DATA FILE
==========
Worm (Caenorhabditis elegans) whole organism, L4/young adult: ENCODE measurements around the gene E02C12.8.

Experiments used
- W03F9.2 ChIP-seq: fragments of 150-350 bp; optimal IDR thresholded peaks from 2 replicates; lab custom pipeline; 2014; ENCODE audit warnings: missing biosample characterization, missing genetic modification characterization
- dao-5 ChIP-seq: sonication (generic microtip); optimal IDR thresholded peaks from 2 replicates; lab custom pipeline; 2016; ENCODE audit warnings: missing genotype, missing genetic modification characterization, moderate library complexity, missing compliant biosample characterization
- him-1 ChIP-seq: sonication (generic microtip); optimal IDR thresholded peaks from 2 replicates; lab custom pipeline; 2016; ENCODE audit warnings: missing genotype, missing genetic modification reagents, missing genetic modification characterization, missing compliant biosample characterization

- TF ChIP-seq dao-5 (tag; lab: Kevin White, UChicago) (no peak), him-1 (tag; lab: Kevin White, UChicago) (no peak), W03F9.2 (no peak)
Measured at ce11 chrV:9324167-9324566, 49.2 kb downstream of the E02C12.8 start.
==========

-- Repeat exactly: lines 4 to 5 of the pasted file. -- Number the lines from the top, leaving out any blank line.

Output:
- dao-5 ChIP-seq: sonication (generic microtip); optimal IDR thresholded peaks from 2 replicates; lab custom pipeline; 2016; ENCODE audit warnings: missing genotype, missing genetic modification characterization, moderate library complexity, missing compliant biosample characterization
- him-1 ChIP-seq: sonication (generic microtip); optimal IDR thresholded peaks from 2 replicates; lab custom pipeline; 2016; ENCODE audit warnings: missing genotype, missing genetic modification reagents, missing genetic modification characterization, missing compliant biosample characterization